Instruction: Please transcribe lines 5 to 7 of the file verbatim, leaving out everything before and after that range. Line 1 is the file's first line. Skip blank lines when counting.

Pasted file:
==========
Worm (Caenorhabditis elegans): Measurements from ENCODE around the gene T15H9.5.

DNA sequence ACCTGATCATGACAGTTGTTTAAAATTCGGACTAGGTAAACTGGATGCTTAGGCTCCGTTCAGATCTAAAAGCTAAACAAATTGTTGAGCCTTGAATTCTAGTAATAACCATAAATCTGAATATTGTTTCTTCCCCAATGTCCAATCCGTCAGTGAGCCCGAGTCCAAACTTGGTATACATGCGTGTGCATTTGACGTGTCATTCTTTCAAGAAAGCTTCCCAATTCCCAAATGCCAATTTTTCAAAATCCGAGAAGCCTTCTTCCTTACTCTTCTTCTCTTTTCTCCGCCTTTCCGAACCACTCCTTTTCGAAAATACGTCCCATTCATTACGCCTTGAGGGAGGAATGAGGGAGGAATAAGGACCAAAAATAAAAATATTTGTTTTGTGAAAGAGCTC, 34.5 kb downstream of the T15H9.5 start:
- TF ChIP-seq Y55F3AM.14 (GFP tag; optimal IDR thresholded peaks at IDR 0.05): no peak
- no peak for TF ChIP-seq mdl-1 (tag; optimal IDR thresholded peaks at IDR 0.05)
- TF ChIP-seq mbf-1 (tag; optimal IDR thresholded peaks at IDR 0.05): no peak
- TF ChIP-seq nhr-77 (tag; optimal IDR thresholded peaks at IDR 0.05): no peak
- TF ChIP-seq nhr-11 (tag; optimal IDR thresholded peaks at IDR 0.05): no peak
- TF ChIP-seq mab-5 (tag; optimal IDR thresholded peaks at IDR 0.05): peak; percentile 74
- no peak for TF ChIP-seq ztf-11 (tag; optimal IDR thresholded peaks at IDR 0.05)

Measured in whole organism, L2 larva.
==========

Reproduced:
- TF ChIP-seq mbf-1 (tag; optimal IDR thresholded peaks at IDR 0.05): no peak
- TF ChIP-seq nhr-77 (tag; optimal IDR thresholded peaks at IDR 0.05): no peak
- TF ChIP-seq nhr-11 (tag; optimal IDR thresholded peaks at IDR 0.05): no peak